What is a Mentor?
The first recorded modern usage of the term can be traced to a 1699 book entitled Les Aventures de Telemaque, by the French writer François Fénelon. In the book the lead character is that of Mentor. This book was very popular during the 18th century and the modern application of the term can be traced to this publication.
This is the source of the modern use of the word mentor: a trusted friend, counselor or teacher, usually a more experienced person. Some professions have “mentoring programs” in which newcomers are paired with more experienced people, who advise them and serve as examples as they advance.
Today mentors provide expertise to less experienced individuals to help them advance their careers, enhance their education, and build their networks. In many different arenas people have benefited from being part of a mentoring relationship, including… Wikipedia
How do you find one?
Are you a woman in need of a mentor? Become a SATT member and get in front of the corporations that interest you most.
Connect with our members who specialize in mentor-matching. They’ll help you find the right fit. Over the years they have successfully matched hundreds of men and women with corporations.
Why Do So Few Women Have Mentors?
“A good mentor can steer you to professional success. But according to a survey by LinkedIn, nearly 1 out of 5 women say they’ve never had a mentor at work. Host Michel Martin discusses the findings with Linked-In’s Nicole Williams.” -NPR, Dec 14 2011 more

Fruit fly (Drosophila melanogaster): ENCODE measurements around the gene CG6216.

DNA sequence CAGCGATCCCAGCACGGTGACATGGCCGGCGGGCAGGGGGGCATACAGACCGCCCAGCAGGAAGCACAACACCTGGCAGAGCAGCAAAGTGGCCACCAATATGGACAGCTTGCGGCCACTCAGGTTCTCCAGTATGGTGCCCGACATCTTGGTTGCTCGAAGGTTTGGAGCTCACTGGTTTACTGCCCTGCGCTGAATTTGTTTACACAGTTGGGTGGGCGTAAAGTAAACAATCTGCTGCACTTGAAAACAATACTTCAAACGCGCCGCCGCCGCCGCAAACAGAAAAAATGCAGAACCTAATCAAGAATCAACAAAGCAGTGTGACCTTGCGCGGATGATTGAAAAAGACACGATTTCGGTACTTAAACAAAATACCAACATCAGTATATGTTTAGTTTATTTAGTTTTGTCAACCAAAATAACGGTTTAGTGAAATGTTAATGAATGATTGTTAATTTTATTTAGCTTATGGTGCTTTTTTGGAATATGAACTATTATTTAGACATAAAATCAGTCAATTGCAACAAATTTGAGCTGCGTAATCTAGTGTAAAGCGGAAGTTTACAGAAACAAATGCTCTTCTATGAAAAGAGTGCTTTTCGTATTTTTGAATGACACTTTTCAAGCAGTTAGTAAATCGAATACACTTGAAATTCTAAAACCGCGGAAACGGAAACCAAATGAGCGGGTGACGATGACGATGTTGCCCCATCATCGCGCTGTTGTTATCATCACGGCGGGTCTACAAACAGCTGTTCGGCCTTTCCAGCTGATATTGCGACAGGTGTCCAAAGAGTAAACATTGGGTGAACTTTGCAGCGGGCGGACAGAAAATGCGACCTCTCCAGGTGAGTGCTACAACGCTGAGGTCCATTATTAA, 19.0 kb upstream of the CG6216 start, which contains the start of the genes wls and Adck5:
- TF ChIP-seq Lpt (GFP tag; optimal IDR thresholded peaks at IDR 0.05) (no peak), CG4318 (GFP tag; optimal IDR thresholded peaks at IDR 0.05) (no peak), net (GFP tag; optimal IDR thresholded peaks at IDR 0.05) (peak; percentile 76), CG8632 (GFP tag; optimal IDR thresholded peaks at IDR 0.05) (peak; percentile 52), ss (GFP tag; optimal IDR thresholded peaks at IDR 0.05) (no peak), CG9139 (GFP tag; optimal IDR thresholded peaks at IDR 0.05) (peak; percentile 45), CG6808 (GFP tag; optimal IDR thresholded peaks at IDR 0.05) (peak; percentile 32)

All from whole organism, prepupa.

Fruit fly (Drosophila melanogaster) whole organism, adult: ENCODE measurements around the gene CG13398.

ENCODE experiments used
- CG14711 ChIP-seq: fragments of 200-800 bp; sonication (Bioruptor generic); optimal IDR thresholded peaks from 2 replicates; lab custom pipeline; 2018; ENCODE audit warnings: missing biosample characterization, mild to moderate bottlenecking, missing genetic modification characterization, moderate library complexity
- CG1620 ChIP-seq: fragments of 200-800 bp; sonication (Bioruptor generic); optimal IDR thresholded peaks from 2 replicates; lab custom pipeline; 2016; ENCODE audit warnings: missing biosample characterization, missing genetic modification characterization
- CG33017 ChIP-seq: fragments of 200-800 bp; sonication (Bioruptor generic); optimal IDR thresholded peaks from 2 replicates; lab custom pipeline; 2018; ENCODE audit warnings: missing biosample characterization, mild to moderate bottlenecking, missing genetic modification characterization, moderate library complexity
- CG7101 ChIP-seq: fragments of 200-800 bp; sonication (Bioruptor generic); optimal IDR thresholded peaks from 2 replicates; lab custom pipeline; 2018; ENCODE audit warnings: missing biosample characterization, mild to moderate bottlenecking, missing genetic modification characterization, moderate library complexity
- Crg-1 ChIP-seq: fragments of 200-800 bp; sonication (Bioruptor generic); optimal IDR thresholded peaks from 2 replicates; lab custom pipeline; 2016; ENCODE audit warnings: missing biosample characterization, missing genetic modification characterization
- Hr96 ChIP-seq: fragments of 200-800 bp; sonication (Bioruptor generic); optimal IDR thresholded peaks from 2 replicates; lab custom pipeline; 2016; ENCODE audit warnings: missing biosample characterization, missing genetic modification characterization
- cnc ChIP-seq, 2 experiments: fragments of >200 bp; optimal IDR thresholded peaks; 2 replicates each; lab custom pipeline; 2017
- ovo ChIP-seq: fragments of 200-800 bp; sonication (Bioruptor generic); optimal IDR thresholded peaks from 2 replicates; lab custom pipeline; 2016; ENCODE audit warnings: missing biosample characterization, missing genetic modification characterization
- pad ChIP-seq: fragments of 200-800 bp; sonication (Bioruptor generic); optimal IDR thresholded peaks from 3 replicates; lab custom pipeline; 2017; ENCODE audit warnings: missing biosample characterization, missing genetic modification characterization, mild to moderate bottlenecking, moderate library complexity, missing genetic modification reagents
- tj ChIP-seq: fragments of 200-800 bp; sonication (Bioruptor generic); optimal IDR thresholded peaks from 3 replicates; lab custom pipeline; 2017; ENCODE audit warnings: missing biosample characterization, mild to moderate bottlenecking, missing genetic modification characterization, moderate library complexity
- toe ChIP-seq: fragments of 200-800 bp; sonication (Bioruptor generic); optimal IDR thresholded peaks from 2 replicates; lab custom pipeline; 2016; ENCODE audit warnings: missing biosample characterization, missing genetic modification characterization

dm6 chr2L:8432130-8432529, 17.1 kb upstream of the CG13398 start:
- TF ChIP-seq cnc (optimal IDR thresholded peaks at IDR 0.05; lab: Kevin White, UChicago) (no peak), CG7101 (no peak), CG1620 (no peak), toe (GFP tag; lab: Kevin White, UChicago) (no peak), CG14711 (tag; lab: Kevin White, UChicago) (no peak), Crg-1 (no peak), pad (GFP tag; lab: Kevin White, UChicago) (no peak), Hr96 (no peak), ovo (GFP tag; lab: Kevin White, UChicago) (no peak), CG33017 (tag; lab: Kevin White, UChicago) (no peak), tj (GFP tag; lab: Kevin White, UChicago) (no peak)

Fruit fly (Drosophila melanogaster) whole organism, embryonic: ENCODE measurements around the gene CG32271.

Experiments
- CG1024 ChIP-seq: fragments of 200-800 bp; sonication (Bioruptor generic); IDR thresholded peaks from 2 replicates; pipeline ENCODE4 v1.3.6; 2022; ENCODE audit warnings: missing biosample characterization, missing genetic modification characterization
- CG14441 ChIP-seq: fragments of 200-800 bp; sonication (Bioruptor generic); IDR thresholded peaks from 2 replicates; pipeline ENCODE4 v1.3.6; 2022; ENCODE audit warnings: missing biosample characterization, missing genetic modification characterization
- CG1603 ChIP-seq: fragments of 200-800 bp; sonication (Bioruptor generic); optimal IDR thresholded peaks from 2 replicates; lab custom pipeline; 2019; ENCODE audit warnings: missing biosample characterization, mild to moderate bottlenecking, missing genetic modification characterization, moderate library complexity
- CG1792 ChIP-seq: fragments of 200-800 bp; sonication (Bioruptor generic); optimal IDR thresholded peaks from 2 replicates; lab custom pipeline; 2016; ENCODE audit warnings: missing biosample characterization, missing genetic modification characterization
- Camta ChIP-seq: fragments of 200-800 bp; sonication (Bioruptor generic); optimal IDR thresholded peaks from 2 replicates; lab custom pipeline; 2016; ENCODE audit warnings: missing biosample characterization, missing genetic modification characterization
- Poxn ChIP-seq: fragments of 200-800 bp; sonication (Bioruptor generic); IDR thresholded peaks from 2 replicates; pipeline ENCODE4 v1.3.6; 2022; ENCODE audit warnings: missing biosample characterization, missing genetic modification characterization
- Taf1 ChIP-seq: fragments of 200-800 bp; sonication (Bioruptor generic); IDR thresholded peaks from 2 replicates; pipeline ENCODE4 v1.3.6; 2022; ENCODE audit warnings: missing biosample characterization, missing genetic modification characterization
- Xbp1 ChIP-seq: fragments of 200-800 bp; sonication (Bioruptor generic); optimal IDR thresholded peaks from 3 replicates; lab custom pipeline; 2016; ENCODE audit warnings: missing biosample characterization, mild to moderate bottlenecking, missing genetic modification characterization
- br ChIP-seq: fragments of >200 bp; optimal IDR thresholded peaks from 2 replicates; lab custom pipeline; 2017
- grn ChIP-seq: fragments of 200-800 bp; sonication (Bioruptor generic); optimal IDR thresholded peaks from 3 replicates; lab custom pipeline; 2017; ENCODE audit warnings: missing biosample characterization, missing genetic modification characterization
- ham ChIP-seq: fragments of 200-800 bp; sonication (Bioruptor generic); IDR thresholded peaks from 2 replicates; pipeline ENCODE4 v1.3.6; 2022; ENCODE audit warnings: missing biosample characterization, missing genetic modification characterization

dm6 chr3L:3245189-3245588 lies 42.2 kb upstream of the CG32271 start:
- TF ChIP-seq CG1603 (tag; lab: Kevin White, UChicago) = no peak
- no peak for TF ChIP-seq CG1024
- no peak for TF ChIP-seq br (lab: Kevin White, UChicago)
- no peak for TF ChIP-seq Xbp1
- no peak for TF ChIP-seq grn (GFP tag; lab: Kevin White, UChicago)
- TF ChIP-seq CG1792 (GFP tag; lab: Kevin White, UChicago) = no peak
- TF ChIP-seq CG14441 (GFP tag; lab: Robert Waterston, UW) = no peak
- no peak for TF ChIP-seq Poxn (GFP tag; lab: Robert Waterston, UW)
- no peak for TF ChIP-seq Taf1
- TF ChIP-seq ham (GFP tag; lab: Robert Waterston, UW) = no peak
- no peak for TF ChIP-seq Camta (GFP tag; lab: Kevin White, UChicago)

Youth In The Office: How I Found Career-Changing Mentors
“Do you ever look around and wonder how you got here? I do. Everyday. I cannot believe I have a job during this terrible recession. Or that I get paid to do a job I actually went to school for, that’s in line with my future aspirations and that I truly enjoy going to each day. Don’t be fooled. This is not a peppy, gloating piece. It took a lot of time, sacrifices and struggles to get where I am.” -Forbes, Nov 18 2011 more
How To Find A Mentor
“It pays to have a helping hand to get ahead in the workplace whether you’re transitioning to the nonprofit world from the for-profit one, or switching into a whole new field. Most of us can benefit from having a mentor or sponsor at our back to teach, promote and encourage us. A study published earlier this year by economist Sylvia Ann Hewlett found that both men and women who have a sponsor behind them are more likely to ask their boss for a “stretch” assignment and are more likely to ask for raises than those without one.” -Forbes, Oct 31 2011 more
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